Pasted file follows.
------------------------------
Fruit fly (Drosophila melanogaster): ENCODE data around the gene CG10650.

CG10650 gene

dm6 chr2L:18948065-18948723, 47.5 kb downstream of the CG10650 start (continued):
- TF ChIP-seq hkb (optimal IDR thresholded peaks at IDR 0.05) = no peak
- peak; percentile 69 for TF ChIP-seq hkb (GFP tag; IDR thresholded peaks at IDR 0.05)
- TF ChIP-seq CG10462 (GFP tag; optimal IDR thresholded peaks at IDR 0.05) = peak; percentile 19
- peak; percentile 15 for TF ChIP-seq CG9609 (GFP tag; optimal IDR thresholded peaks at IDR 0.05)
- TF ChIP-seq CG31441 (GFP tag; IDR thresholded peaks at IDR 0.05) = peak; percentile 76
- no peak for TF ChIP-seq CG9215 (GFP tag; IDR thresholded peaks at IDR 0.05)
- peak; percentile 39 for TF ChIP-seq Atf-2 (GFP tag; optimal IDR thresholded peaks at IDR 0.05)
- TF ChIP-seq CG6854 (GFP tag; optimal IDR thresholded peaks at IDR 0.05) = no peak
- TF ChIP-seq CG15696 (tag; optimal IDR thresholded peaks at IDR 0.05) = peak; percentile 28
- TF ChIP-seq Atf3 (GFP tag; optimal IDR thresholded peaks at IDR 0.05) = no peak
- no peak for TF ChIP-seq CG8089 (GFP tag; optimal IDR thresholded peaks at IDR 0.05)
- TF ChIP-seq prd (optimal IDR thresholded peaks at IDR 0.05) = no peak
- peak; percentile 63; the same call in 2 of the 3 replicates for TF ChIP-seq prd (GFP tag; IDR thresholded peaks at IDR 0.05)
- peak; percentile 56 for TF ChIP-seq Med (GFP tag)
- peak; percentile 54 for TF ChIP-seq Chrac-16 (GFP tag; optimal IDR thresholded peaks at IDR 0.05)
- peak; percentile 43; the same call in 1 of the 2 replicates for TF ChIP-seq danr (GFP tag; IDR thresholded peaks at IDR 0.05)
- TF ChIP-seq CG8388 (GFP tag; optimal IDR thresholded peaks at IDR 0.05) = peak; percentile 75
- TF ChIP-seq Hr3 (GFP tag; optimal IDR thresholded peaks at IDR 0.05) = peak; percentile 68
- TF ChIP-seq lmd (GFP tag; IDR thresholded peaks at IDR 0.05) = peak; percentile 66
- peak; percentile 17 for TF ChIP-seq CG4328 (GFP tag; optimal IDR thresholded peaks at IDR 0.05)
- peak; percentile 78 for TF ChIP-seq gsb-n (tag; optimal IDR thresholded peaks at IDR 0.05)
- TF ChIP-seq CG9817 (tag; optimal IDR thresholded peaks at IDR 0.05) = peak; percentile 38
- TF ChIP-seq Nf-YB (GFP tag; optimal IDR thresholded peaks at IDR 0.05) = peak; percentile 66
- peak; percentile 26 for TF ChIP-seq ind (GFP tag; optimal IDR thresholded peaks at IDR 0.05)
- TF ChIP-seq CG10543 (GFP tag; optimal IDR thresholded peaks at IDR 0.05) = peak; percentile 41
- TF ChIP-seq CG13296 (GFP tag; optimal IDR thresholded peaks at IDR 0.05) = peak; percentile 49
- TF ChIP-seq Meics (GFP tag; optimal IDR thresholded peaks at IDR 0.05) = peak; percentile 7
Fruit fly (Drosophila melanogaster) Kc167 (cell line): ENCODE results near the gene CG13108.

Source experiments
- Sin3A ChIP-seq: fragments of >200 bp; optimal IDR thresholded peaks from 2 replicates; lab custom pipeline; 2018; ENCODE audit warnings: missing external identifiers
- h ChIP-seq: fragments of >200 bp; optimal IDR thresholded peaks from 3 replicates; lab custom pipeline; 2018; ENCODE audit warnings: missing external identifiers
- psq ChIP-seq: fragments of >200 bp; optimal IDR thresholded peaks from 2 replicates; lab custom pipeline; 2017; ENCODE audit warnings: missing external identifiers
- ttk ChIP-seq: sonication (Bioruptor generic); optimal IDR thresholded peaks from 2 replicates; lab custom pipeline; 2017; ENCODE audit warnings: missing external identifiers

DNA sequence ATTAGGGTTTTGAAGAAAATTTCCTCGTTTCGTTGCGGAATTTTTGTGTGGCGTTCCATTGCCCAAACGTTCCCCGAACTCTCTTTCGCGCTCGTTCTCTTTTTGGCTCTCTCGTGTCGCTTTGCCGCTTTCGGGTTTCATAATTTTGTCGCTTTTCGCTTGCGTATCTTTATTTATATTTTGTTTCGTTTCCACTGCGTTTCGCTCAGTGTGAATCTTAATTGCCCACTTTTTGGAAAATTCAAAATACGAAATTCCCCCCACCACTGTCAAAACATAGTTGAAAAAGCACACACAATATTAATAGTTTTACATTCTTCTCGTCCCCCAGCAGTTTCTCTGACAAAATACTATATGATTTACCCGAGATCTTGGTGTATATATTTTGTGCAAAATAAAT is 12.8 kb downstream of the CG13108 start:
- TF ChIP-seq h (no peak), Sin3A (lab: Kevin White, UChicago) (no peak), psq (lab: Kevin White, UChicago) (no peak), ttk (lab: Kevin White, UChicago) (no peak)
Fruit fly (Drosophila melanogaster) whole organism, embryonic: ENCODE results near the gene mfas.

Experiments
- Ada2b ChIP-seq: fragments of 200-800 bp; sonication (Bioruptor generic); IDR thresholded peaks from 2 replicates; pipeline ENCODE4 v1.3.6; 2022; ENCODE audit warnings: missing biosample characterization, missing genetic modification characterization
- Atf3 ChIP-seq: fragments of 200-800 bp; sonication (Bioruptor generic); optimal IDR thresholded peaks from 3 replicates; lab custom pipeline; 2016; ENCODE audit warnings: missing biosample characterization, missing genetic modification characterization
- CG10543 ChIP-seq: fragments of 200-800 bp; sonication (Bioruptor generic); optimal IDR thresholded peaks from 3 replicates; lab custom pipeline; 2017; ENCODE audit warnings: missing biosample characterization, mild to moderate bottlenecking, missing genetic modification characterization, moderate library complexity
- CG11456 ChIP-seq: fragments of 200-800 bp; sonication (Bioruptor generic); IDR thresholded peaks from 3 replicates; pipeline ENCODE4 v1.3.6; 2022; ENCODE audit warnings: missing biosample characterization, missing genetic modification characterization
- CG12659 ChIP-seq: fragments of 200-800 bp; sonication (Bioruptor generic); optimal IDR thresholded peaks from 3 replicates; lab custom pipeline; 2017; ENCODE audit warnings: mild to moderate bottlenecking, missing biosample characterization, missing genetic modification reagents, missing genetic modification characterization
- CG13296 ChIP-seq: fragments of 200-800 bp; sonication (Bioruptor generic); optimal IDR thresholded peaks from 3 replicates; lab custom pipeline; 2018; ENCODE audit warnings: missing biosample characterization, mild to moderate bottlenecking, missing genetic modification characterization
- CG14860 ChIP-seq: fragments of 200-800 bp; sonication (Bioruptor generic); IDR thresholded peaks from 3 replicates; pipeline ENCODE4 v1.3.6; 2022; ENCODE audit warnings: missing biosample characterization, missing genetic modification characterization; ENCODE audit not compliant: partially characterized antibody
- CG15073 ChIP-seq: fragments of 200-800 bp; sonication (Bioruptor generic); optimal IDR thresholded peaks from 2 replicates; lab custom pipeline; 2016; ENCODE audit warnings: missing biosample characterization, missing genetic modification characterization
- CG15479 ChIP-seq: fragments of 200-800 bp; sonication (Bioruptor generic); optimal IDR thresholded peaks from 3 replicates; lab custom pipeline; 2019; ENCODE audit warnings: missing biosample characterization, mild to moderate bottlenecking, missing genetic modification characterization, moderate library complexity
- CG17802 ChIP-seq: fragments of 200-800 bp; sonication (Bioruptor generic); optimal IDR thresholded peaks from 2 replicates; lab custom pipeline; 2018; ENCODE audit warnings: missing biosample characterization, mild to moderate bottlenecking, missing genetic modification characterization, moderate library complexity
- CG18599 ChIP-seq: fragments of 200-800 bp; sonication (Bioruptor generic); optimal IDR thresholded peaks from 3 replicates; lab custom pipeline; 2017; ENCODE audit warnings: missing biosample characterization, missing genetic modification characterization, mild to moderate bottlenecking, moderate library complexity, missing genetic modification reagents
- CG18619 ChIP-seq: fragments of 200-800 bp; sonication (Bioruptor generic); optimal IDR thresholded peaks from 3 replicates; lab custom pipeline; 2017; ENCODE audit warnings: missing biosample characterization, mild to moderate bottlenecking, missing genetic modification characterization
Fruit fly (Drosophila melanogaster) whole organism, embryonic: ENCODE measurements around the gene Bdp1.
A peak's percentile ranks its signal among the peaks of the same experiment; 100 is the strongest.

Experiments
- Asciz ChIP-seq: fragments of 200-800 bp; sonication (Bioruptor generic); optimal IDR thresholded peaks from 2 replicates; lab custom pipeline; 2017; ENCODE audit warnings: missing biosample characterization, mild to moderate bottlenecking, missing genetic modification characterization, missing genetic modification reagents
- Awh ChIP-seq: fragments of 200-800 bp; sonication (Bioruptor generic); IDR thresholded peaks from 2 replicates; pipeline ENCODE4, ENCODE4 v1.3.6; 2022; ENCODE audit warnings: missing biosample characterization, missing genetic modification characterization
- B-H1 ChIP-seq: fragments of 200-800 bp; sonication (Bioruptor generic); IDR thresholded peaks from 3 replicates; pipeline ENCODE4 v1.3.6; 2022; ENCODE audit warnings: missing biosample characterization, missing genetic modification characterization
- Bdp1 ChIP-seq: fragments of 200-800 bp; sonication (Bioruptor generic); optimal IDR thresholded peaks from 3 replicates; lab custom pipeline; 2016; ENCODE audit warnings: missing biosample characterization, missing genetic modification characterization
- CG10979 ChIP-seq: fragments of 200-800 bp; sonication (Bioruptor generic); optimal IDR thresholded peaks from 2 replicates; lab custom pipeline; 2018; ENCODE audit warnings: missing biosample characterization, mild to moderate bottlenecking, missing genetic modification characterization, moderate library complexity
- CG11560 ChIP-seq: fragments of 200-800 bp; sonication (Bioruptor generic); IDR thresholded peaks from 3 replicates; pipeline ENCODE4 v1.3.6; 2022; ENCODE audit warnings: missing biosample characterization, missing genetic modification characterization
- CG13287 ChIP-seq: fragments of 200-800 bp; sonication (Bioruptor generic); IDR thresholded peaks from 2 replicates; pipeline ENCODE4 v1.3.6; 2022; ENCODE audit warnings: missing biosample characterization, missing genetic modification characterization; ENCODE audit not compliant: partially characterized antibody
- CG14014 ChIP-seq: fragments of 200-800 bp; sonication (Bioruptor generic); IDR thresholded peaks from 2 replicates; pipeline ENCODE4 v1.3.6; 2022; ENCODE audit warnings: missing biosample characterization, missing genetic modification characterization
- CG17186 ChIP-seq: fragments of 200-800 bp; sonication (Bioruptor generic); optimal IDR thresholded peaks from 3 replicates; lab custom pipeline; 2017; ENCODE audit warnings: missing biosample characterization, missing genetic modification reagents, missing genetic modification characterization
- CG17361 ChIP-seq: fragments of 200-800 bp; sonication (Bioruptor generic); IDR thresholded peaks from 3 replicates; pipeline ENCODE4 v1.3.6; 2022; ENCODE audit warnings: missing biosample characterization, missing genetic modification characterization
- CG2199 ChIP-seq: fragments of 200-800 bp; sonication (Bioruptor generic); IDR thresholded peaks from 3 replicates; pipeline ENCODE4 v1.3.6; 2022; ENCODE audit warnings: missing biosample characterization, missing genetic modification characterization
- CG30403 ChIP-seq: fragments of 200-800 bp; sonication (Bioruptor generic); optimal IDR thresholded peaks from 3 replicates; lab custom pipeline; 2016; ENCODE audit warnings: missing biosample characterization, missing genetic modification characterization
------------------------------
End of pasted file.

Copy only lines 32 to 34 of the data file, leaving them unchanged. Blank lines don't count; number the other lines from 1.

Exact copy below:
Source experiments
- Sin3A ChIP-seq: fragments of >200 bp; optimal IDR thresholded peaks from 2 replicates; lab custom pipeline; 2018; ENCODE audit warnings: missing external identifiers
- h ChIP-seq: fragments of >200 bp; optimal IDR thresholded peaks from 3 replicates; lab custom pipeline; 2018; ENCODE audit warnings: missing external identifiers